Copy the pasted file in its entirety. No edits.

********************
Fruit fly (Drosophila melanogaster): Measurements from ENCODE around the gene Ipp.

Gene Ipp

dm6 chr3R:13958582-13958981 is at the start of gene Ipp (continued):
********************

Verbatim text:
Fruit fly (Drosophila melanogaster): Measurements from ENCODE around the gene Ipp.

Gene Ipp

dm6 chr3R:13958582-13958981 is at the start of gene Ipp (continued):